Behind closed doors, I read a lot about art. Now those doors are open. Art theory, aesthetics, evolutionary psychology of art, and art history inspire me. I find in these books source material for new art projects that become the basis of my fiction writing about art. I’m also always thinking about land, wine, walking, landscape, and sublime views. In this blog I’ll make room for those latter thoughts to expand on the page, while keeping the fiction writing for my dream of getting published.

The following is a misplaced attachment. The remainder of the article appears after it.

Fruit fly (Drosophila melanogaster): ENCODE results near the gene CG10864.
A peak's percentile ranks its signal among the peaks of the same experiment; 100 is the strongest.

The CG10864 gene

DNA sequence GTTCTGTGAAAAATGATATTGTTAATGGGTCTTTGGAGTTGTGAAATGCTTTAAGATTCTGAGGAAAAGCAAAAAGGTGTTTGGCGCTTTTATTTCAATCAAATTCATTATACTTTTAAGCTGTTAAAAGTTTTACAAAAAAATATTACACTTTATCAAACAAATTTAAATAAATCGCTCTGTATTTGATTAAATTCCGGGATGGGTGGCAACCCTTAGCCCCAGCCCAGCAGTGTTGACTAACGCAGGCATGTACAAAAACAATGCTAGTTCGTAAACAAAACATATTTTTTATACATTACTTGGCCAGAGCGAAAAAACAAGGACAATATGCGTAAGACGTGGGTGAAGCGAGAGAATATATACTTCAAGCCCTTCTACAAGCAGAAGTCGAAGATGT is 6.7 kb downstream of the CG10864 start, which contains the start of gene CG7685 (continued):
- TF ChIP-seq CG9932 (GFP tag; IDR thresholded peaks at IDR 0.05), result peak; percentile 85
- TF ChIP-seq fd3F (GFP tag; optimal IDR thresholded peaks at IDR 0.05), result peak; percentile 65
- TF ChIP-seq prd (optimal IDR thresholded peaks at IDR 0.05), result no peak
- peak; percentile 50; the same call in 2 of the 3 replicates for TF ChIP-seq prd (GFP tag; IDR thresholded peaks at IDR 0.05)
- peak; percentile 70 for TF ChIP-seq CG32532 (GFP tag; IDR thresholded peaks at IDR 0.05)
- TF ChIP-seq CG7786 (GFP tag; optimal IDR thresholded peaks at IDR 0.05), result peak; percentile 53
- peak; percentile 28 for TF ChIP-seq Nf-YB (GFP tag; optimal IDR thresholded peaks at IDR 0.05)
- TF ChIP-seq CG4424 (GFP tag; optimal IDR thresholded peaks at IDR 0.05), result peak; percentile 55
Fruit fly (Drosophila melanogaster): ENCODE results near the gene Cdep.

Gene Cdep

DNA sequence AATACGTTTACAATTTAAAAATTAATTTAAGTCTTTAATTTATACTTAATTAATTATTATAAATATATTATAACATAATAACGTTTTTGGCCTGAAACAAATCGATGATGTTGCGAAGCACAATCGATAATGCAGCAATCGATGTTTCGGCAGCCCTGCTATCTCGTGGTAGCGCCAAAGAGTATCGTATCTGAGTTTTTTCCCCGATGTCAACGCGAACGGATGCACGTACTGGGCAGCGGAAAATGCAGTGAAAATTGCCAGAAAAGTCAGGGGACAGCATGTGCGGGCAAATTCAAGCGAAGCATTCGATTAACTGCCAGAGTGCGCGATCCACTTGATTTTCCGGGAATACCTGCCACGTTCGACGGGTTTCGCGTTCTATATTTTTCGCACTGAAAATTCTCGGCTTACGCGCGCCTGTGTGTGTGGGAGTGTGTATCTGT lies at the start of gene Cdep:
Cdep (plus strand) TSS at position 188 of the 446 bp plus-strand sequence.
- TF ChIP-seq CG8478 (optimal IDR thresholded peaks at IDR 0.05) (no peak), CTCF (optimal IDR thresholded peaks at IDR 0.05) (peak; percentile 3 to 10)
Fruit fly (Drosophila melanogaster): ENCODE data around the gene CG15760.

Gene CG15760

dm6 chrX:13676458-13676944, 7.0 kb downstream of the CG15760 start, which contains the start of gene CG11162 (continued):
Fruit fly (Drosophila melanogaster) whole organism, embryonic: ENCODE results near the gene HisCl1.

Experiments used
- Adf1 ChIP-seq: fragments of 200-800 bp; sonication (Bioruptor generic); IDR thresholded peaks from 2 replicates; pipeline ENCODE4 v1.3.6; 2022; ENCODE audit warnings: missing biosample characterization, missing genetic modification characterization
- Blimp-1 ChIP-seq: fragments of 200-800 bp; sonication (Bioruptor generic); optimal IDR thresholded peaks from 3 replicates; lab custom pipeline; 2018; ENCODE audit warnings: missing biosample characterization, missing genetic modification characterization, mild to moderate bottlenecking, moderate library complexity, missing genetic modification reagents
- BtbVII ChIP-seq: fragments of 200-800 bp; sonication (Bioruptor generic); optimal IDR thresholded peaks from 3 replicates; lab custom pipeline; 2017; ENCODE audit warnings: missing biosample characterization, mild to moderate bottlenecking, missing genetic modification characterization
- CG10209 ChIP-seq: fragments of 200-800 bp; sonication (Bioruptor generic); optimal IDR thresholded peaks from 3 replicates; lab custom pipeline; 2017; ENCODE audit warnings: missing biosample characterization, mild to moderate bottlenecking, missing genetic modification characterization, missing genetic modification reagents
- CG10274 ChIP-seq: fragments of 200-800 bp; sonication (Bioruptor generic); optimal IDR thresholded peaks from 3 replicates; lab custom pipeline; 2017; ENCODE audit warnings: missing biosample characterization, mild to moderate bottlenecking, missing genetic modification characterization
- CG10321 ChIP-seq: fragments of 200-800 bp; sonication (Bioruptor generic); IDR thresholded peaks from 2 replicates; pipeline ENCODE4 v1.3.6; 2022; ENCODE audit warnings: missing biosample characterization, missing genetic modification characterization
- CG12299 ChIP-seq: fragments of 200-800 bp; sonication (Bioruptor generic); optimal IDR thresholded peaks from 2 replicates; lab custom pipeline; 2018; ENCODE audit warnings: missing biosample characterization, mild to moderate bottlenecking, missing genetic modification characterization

This quote from John Ruskin on page 237 of The Invention of Art by Larry Shiner (2001) inspires me tonight: “It is not the labour that is divided, but the men.” It’s from The Nature of Gothic chapter in The Stones of Venice (1854), a seminal document for the Arts and Crafts movement of the Victorian era. Essentially anti-industrial, Ruskin here laments the loss of traditional methods of production on the artisans’ psyche. Artisans no longer combine skill and creativity as they formerly did when small shops controlled the entire production line and allowed for pride in the final product, be it a shoe or painting. What eventually became Taylorism in production in the 1910s, sealed a century long transition from artisan production, when craft and art were indistinguishable, to factory production where artisans were demoted to machine operators, or segregated into the “applied” arts of the design sphere, and artists were flung skyward towards the heavens as genius god-like creators freed from the “utility” of pre-industrial arts to create, anxiously almost, rushing to stay in front of a tidal wave of cult of novelty called the avant-grade. Back to Ruskin- this poor artisan’s psyche suffers from being deprived of the meaning gleaned from the ability to see through producing an object in its entirety. I would say that the artist’s psyche from the new heights of revered stardom, suffers equally in being constrained to produce objects that are only non-useful, or if they are useful, are generally co-opted into a museum fast enough to have only briefly served a function outside of being art. For that reason, I see the making of wine as a chance to operate with a healthy psyche successfully within a cleaved art world where fine art and craft still struggle in their separate spheres for reconciliation. Making wine is enough of an artistic practice, at least in its appearance as it resemble alchemy, the transformation of a primary material into something complex and mysterious and holds the same luxury status as art and jewelry in the open market, to satisfy my impulse to create as an artist but also satisfies my divided (division imposed, as Ruskin points out in 1854, by changing methods of production in the industrial era, that co-evolved with the desperation of art and craft) impulse to have my creations be useful, applied and connected to everyday living. Winemaking is my defiance of the art world, it’s a creative project that can’t be co-opted by a museum and can’t be dismissed as craft. It’s a beautiful limbo in this unfortunately divided art world. Wine can cleave craft to fine art.